Pakistani Commission Wants Another Trial for Doctor Who Helped Find Bin Laden

By Patrick Goodenough | July 9, 2013 | 5:02am EDT

This July 9, 2010 photo shows Pakistani doctor Shakil Afridi in the Pakistani tribal area of Jamrud in Pakistan's Khyber region. Afridi, who helped the U.S. track down Osama bin Laden, was sentenced to 33 years in prison on Wednesday, May 23, 2012, for conspiring against the state, officials said. (AP Photo/Qazi Rauf)

( – Shakeel Afridi, the Pakistani doctor who helped the United States track down Osama bin Laden, should be put on trial to determine his role in the affair, an official Pakistani commission of inquiry into the death of the al-Qaeda terrorist has recommended.

A leaked version of a report by the commission, released by Al-Jazeera on Monday, criticized the authorities for convicting Afridi on “trumped-up charges” unrelated to bin Laden.

It also noted that although three weeks passed between the U.S. Navy SEALS’ raid on bin Laden’s compound on May 2, 2011 and Afridi’s arrest, the CIA had not taken the opportunity to get him out of Pakistan.

In May 2012 a court in the Khyber tribal area near the Pakistan-Afghan border sentenced Afridi to 33 years’ imprisonment, after finding him guilty of providing assistance to a relatively obscure militant group operating in the area.

Those charges were largely discounted in the U.S., where supporters including Republican lawmakers view Afridi as a hero for helping track down bin Laden, under the cover of carrying out a public health vaccination program in the area where the fugitive was living.

Should the authorities take up the commission’s recommendation and put Afridi on trial for his role in the bin Laden raid, he could end up in an even more precarious situation than he already faces.

Afridi is one of more than 200 witnesses whose testimony appears in the 337-page report of the Abbottabad Commission, a panel established in June 2011 under retired Supreme Court judge Javed Iqbal to investigate the raid on the compound in Abbottabad, 70 miles north of Islamabad.

The commission criticized the authorities for convicting Afridi on “trumped up charges” in the Khyber court, saying that doing so had “completely undermined the credibility of the country and its judicial process.”

“Only a fair trial based on due process can establish the extent and nature of his involvement” in the bin Laden affair, it said, and stressed that the commission believes Afridi does have a case to answer.

In his testimony to the panel, Afridi denied knowing that his vaccination work in the spring of 2011 was a front for an attempt by CIA agents to determine whether bin Laden was indeed living in the suspect compound.

The report said Afridi had also denied being given any equipment to pinpoint the location of the compound, although he said that all of the vaccination project coordinators were issued with satellite phones.

The doctor’s work in Abbottabad ended on April 23, nine days before the compound was raided and bin Laden killed. Afridi was arrested three weeks after the raid.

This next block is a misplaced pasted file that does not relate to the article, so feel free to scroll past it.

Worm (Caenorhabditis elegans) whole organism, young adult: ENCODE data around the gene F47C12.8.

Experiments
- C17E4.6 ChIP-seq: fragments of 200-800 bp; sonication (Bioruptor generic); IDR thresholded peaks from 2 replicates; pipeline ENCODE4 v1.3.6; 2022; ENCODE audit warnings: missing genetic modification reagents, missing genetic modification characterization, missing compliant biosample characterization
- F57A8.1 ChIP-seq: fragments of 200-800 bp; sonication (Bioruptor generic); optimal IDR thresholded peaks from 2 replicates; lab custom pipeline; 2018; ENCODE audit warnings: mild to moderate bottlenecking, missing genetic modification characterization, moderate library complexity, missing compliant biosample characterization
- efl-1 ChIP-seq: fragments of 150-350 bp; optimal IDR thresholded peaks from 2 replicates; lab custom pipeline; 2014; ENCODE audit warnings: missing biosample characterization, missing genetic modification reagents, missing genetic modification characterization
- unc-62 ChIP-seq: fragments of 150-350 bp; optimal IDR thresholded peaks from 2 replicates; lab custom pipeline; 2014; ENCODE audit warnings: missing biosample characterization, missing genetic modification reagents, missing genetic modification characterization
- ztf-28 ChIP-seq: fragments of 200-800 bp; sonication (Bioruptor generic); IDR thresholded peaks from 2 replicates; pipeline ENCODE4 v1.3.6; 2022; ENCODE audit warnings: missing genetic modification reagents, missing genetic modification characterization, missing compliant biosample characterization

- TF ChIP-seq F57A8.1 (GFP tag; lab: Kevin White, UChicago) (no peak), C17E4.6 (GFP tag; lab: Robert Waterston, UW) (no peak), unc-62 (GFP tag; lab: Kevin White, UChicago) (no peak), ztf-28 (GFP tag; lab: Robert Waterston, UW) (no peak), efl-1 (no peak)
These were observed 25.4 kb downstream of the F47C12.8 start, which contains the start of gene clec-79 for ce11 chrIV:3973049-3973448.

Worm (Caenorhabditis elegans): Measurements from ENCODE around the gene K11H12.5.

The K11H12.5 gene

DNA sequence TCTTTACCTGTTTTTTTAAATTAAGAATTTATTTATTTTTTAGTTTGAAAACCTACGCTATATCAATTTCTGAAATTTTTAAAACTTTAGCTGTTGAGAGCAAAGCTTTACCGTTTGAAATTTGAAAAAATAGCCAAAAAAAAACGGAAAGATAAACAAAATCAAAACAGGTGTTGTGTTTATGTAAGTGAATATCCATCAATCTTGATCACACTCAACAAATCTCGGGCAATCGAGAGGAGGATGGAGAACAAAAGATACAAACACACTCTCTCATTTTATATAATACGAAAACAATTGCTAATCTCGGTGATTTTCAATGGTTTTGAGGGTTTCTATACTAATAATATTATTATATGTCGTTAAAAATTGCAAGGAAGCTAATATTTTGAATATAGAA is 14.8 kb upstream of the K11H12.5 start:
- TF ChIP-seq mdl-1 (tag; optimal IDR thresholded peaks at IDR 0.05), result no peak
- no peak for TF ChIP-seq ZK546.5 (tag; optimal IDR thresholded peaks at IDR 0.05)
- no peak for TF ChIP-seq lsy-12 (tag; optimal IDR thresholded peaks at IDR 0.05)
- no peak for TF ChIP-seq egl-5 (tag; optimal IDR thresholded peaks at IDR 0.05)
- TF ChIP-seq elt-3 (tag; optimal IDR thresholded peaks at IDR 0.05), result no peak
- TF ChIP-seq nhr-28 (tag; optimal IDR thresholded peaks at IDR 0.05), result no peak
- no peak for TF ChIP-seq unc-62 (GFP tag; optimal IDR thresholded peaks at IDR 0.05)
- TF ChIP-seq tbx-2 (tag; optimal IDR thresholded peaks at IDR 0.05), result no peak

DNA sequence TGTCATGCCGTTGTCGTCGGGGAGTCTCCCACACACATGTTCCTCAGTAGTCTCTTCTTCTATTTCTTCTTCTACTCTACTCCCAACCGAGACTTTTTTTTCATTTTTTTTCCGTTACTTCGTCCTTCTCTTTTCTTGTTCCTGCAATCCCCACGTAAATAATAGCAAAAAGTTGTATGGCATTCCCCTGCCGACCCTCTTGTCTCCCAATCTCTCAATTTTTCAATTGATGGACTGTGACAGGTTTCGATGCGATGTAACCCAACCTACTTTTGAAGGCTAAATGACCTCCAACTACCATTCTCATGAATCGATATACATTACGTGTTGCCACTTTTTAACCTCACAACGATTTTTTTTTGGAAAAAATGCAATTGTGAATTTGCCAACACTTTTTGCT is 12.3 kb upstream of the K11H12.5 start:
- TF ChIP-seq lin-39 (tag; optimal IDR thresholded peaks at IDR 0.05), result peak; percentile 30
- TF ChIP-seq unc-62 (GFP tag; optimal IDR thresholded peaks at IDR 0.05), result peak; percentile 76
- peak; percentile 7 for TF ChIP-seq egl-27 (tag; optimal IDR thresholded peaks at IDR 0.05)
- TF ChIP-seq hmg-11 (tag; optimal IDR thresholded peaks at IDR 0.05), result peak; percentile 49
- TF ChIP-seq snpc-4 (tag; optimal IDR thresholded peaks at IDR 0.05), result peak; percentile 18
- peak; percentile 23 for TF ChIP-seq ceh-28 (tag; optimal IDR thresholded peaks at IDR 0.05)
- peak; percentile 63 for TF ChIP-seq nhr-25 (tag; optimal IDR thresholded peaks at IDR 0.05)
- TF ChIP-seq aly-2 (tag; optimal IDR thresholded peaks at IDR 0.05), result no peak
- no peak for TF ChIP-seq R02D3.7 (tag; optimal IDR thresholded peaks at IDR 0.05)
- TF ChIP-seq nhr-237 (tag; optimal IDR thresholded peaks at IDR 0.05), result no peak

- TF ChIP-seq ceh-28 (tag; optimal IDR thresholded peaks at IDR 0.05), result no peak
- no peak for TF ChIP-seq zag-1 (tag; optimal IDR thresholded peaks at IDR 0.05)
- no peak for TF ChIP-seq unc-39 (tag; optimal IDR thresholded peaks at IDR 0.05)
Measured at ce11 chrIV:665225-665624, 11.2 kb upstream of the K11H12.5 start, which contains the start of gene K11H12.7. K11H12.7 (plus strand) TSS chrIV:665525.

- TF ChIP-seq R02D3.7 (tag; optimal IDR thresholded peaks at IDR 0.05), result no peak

“Afridi told the commission that had he been guilty he would have disappeared immediately before or after the raid,” the report noted.

“He said it never occurred to him that he was being involved in some U.S. intelligence scheme.”

But the commission did not buy his story, pointing to comments by Leon Panetta – CIA director at the time of the raid and later defense secretary – who publicly confirmed that Afridi had helped the U.S.

(Panetta told CBS “60 Minutes” in January 2012 that Afridi had “helped provide intelligence that was very helpful with regards to this operation,” and voiced concern about the legal action being taken against him.)

The panel said Panetta’s confirmation “rendered much of what Afridi told the commission very questionable, if not outright lies.”

It did concede that Afridi may not have been told the target of the mission, and also made the observation that the CIA had three weeks after the Abbottabad raid during which it could have “ferreted him out of the country,” yet had not done so.

‘Languishing away in a dungeon’

The commission report also outlined the findings of an investigation by Pakistan’s Inter-Services Intelligence (ISI) bureau, which stated that Afridi had been recruited by the CIA “under the cover of USAID” in 2008.

It said that although he was not able to get into the Abbottabad compound during the vaccination program he did contact one of the occupants by phone.

“He was thus probably able to provide actionable intelligence (including ‘voice prints’) to the CIA,” the ISI investigation concluded.

The report said the ISI also alleged that Afridi had met with CIA operatives more than 25 times and had received payments amounting to around $100,000.

Rep. Dana Rohrabacher (R-Calif.) and Sen. Rand Paul (R-Ky.) have led attempts in the House and Senate to condition U.S. aid to Pakistan on the release of Afridi.

When Secretary of State John Kerry appeared before the House Foreign Affairs Committee last April to testify on the State Department’s FY2014 budget request – which includes $1.4 billion for Pakistan – Rohrabacher asked him about cutting aid to Pakistan over its treatment of Afridi.

“Cutting off aid to Pakistan would not be a good move, certainly at this point in time, for a lot of different reasons,” Kerry replied, citing counterterrorism and non-proliferation cooperation with Islamabad.

“Shame on us if we ignore Dr. Afridi languishing away in a dungeon,” Rohrabacher declared.

Kerry denied that the administration was “ignoring” Afridi.

“Believe me, this discussion, we have and it goes on. But it’s just not as simple – it’s not as simple as holding everything accountable to one thing, where they assert that there were certain laws that were broken, and you know the arguments,” he said. “Now that complicates it.”

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